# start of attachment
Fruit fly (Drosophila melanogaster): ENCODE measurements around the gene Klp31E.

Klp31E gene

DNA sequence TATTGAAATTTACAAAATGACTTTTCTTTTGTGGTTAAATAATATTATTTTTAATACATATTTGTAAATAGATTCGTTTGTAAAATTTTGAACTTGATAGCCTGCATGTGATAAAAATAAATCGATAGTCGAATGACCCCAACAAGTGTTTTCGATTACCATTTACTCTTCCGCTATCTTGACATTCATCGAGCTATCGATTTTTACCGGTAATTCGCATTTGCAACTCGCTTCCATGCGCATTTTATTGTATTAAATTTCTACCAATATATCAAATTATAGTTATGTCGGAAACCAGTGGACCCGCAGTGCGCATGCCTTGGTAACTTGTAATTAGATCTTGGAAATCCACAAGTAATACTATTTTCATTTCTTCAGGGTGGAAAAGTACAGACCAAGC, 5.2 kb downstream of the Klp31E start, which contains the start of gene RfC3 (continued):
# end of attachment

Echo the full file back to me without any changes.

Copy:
Fruit fly (Drosophila melanogaster): ENCODE measurements around the gene Klp31E.

Klp31E gene

DNA sequence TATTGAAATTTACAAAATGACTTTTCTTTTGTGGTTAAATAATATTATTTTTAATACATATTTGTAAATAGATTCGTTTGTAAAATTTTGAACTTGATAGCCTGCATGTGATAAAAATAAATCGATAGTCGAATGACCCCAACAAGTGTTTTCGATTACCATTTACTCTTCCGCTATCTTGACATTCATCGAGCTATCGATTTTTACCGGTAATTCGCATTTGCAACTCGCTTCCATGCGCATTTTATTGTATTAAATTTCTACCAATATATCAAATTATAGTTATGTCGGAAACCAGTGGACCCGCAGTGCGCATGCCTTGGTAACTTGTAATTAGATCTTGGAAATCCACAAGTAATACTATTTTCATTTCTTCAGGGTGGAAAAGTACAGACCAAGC, 5.2 kb downstream of the Klp31E start, which contains the start of gene RfC3 (continued):